GRAPE - With the assistance of an older helper last week, Molly Bruck spent a few minutes silently making cupcakes in the makeshift kitchen of an old timber-frame and fieldstone fishing lodge along the northern banks of the River Raisin.
But while the shy 7-year-old was making batter this summer, she was also making memories at a very special camp where Monroe County's charitable streak gets transformed each year into thousands of smiles.
Founded in the late 1950s by local philanthropic and community icons like Arthur Lesow and Meyer Rosen, Holiday Camp is a little slice of summer heaven for those who face other, more daunting challenges on a more regular basis.
"I look forward to it all year," said 16-year-old Justin Batdorf, of Erie, who has spent three weeks in each of the last three summers at the camp with his brother, Ian. "It's fun out here."
Each summer, hundreds of youngsters and adults with special needs from across Monroe County get an opportunity to spend a few weeks doing what many other kids take for granted: playing, swimming, canoeing, playing kickball and other games, making crafts, eating snacks. They are able to do so in large part because of the generosity of a community that spends most of the year raising money to underwrite the activities of the charitable summer camp.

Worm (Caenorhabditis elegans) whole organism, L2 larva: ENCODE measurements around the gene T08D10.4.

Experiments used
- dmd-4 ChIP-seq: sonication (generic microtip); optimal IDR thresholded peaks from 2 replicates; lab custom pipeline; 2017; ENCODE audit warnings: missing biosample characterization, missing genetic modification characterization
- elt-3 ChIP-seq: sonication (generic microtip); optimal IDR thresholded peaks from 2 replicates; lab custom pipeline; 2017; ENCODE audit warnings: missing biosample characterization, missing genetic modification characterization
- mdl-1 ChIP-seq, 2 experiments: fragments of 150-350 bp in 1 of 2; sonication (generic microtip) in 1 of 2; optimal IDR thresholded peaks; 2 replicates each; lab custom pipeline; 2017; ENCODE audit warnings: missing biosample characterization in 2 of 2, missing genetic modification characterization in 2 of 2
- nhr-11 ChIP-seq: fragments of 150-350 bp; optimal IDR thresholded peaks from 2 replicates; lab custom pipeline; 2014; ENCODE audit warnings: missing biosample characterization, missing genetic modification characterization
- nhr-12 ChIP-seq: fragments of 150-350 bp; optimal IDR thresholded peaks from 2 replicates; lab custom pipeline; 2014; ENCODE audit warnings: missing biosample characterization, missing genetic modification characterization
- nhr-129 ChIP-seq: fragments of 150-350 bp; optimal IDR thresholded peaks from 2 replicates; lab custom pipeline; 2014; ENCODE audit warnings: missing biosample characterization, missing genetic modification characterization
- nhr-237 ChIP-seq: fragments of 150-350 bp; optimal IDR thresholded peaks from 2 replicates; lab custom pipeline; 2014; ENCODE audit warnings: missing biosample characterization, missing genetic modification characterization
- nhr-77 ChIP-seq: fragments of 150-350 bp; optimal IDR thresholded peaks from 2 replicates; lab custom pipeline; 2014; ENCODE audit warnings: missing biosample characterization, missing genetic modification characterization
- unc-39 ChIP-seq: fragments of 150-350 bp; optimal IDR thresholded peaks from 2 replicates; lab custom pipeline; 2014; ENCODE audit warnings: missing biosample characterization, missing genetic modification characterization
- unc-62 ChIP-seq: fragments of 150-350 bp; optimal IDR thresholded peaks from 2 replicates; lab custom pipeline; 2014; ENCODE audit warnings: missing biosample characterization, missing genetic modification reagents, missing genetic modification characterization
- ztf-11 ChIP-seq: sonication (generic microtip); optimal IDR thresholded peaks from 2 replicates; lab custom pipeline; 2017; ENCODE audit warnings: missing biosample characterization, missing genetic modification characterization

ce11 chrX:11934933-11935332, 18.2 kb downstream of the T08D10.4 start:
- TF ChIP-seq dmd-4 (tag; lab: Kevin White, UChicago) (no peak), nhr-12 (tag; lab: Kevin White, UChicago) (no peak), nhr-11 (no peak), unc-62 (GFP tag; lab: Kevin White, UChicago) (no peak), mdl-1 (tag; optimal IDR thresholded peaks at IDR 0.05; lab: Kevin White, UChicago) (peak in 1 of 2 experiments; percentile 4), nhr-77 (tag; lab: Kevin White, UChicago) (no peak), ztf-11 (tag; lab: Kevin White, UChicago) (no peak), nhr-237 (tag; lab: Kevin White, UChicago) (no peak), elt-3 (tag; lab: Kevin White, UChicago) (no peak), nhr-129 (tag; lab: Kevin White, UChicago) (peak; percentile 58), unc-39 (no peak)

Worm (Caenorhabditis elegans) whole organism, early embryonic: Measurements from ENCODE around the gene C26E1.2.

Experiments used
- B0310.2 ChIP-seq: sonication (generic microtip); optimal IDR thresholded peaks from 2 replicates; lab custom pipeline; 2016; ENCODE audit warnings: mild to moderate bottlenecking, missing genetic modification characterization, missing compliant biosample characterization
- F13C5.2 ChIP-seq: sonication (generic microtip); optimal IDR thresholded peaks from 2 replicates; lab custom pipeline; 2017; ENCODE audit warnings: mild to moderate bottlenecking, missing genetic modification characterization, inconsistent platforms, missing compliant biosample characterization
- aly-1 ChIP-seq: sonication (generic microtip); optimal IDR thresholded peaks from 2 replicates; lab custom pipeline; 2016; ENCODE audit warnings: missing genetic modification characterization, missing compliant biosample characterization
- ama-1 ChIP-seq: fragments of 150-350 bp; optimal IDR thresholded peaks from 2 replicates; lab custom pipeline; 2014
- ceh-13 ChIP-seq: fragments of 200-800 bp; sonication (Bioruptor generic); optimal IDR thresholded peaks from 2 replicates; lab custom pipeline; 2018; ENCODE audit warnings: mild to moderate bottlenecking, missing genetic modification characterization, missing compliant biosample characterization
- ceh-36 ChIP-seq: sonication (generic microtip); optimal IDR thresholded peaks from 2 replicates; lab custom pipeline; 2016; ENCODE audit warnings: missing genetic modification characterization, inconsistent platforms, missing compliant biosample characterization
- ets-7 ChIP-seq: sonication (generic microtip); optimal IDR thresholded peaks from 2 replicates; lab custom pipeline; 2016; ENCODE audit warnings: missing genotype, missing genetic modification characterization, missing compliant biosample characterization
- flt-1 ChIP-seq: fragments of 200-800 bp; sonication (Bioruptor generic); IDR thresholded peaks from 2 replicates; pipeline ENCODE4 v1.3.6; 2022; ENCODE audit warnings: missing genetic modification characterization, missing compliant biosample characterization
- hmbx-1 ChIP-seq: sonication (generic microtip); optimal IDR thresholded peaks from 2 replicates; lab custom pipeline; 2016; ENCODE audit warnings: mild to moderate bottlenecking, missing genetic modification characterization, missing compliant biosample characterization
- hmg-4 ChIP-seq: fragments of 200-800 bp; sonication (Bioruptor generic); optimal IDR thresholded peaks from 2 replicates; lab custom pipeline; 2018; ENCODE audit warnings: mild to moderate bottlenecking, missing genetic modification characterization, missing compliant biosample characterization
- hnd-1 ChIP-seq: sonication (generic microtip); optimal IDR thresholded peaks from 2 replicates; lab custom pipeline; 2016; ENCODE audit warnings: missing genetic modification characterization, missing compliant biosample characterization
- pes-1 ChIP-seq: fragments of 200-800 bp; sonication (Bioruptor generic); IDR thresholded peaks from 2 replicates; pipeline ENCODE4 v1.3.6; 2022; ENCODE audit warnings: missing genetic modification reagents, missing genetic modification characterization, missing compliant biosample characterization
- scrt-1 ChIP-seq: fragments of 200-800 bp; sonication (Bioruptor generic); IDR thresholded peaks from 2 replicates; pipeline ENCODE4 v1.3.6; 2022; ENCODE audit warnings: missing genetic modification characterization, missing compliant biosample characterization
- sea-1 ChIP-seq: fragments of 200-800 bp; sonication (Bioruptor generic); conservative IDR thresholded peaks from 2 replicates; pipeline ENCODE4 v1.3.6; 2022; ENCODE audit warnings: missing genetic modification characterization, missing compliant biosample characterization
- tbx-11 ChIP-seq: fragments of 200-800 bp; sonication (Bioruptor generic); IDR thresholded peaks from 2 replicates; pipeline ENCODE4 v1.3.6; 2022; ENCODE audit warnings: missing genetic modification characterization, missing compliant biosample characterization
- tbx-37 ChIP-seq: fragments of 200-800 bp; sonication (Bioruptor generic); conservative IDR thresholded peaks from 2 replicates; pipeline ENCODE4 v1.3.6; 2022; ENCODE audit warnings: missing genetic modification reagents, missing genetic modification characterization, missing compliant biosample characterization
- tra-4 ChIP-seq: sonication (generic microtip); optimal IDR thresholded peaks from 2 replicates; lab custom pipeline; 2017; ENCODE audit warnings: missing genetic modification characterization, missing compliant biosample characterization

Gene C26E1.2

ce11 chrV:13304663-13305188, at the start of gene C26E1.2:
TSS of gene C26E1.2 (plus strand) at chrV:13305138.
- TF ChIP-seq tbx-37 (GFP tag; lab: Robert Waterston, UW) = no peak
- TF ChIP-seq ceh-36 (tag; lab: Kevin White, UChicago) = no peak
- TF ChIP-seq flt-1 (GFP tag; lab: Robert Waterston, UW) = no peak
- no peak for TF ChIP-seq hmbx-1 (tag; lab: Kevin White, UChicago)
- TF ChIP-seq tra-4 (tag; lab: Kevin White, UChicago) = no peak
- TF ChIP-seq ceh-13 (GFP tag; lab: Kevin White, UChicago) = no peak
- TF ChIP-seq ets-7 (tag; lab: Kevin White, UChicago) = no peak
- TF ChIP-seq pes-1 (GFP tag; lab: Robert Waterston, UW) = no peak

Although the land is owned by the Monroe County Intermediate School District, Holiday Camp is operated by a non-profit agency that collects donations and holds charitable events throughout the year to pay for it. It costs about $50,000 annually to run the three, multi-week programs at the camp, said Sue Miller, a spokeswoman for the ISD.
"It's a very cool place," said Ms. Miller. "It's just amazing to me all of the people that contribute each year to make it happen. We have one group [of local businessmen] that puts on a golf outing each year and raises about half of what it costs us to run the Holiday Camp. I don't know what we'd do without them."
This year, Holiday Camp has a new man in charge in Dean Yeager, an ISD employee who spent much of his 13 years in special education working in the Mason Consolidated School District. He's also been a veteran of Holiday Camp, having worked for the last several summers at the camp.
"You're always part of camp," Mr. Yeager said. "It doesn't take long to be here to love the place. And not every community can say they have a resource like this."
The eight weeks that the camp operates each summer is split up into three sessions. The first two sessions are for campers from ages 6-26, while the third is reserved for adult campers over age 26. Parents and guardians of the campers pay a $100 fee for the three-week experience, but for those who can't afford the expense, it is underwritten by local charities, Mr. Yeager said.
"I've never had someone that's been selected to go that couldn't because of [the entrance fee]," Mr. Yeager said, adding that there is a waiting list for potential campers. "For those that can't afford it, we find a way to get it done."
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